1. The number of users you follow

    2. The number of pins you have, and

    3. The number of boards you have

    Quite simply, the more people you follow and the more you pin, the more likely you are to gain a following. Of course the subject matter does make a difference as well. The top three topics people are interested in are DIY and crafts, Hair and Beauty, and design and home decor. However, diversity in topics scored just below these three and higher than most other single-topic boards, which leaves a lot of wiggle room.

    One of the best analyses of what constitutes a likeable and sharable pin comes from the company Curalate and was featured last year on Wired. After studying over a half million pins and analyzing them for 30 different visual characteristics, they found six common features among the most popular images.

    No Faces - Pins by brands are 23 percent more likely to be repinned if they don't show a human face in the image.

    Less background - images with over 40% of the shot being background (like white space) are repinned only a quarter to half as much as those who fill more space more interestingly.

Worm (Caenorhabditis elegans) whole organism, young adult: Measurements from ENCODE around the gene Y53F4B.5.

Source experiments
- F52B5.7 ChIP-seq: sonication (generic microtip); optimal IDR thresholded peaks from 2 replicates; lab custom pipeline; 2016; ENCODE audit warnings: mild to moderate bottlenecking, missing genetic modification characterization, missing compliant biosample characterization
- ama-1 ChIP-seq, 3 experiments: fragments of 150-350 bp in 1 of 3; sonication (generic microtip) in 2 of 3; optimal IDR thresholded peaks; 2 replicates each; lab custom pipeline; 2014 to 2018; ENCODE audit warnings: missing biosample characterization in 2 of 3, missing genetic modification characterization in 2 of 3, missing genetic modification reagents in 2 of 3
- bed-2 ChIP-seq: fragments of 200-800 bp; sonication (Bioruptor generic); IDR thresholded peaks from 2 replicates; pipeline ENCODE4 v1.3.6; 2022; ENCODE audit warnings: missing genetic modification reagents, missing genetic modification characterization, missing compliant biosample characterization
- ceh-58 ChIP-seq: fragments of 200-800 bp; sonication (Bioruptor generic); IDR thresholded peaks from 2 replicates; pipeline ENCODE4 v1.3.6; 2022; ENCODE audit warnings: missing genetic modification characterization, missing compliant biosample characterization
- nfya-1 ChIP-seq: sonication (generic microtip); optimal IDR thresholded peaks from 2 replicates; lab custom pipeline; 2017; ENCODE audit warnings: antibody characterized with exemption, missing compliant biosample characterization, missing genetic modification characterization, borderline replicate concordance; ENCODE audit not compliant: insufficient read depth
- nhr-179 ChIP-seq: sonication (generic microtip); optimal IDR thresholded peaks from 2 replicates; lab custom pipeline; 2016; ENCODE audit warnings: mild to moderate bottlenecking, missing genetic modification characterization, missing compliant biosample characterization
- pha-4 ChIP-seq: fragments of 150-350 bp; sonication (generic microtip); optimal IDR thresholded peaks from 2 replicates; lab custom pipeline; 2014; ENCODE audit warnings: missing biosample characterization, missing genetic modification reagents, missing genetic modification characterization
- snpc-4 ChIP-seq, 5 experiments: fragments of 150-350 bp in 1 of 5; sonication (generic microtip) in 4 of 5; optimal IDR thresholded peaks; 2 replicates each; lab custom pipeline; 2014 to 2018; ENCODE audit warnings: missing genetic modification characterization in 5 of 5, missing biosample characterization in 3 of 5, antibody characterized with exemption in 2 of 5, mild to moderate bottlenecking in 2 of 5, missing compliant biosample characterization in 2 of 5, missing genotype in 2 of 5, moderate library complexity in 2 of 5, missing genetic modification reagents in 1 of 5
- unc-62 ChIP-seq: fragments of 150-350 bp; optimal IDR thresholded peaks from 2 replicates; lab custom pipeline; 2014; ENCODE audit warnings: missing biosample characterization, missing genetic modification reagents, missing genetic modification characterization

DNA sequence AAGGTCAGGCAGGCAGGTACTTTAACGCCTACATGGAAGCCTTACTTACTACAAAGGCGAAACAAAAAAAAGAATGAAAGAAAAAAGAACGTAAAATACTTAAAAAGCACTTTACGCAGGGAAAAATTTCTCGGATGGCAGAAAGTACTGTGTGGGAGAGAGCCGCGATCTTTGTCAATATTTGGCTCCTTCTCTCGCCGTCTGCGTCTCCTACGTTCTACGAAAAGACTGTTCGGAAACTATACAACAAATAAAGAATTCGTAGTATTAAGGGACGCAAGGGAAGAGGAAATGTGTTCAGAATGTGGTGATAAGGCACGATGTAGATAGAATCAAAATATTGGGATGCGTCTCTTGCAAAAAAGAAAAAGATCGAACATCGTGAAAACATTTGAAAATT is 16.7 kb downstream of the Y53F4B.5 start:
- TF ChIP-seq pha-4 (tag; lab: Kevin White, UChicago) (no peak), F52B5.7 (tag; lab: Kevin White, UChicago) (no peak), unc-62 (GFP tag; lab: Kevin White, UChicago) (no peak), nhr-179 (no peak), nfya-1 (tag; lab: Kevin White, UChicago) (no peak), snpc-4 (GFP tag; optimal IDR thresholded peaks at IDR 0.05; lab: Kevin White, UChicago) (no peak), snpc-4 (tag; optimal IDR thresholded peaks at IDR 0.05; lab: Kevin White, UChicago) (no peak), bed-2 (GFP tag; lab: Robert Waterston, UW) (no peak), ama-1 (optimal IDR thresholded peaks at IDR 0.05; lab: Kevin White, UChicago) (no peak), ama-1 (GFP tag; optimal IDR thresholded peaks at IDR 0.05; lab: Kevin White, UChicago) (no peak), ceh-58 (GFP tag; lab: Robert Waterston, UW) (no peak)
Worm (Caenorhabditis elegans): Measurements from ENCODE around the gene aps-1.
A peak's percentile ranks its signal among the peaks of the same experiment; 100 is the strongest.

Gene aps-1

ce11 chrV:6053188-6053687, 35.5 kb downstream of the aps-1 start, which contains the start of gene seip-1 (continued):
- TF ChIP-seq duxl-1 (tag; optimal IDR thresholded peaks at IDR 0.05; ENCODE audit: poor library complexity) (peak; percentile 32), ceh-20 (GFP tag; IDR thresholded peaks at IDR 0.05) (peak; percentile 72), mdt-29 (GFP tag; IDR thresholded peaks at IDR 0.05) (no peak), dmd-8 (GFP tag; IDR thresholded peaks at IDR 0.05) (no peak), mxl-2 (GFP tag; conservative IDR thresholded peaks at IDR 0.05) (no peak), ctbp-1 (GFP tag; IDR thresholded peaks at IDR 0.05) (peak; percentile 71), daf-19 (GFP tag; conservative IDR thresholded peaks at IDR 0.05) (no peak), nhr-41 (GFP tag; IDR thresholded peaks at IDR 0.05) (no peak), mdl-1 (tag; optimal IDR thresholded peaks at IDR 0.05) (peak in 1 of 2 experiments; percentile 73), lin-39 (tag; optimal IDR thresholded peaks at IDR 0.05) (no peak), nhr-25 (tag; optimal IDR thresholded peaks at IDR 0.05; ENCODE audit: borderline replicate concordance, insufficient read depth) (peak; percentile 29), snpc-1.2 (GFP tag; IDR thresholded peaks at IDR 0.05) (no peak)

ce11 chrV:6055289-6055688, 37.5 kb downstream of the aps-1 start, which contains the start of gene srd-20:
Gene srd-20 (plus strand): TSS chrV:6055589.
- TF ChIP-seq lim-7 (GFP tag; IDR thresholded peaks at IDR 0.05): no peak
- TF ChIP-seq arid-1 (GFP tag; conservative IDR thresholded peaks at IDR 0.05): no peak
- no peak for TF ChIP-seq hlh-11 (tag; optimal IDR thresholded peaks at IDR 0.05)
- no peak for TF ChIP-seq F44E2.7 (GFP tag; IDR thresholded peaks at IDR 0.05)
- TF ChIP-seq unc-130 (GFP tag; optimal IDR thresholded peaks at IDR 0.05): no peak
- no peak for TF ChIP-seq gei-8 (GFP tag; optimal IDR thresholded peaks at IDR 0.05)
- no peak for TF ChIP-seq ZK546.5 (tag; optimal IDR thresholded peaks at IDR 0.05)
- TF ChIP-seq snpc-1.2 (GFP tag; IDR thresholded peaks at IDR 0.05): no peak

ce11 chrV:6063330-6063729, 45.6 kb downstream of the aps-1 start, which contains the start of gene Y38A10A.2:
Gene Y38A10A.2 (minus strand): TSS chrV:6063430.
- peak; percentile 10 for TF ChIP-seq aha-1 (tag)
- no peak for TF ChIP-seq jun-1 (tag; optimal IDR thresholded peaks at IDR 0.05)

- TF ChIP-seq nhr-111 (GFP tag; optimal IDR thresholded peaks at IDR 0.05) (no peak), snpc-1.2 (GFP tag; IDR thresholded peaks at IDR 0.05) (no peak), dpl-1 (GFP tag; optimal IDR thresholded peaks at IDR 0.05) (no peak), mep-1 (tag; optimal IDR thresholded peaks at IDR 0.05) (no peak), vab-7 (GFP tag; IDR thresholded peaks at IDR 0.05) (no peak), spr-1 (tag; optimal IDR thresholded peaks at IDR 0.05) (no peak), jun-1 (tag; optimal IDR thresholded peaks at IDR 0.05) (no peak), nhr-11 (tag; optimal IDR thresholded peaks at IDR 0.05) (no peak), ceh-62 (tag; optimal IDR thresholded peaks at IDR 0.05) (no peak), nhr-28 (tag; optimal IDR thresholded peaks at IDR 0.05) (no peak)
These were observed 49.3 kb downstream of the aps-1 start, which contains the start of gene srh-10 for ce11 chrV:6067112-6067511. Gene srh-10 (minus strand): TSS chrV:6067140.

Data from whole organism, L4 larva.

Multiple dominant colors - having more than one dominant color standing out in an image increases it's sharability more than threefold.

    Reds over blues - Red and orange shades are shared twice as much as predominantly blue shades.

    Moderation in saturation and light - 50% color saturation and moderate lighting far outperforms heavy or light color saturation and very light or darker images.

    Portrait sizing - Vertical pictures with an aspect ratio between 2:3 and 4:5 work best. The image tool Canva (that I have mentioned before) has a Pinterest template which takes this into account.

    You should also consider how you can incorporate animated GIFs into your equation, as Pinterest has supported them for some time now and they are very popular, as proven by Twitter's recent adoption of them.

    This is a ready-made sounding board to bounce your images off of, make sure you use it.

    The Size and Font Paradox

    This is an idea that you'll need to play with to see what works best for your audience. Studies show that infographics and similar images get a lot of attention and are highly shareable. The paradox comes with click-through rates, according to the guys at CopyBlogger. When an infographic or image with compelling text are readable on the Pinterest website, the click-through rates fall. When users want to know what information is being  put out but can't quite read the font or get all the info they want from the image, they click through more. In classic marketing this was essentially "the tease".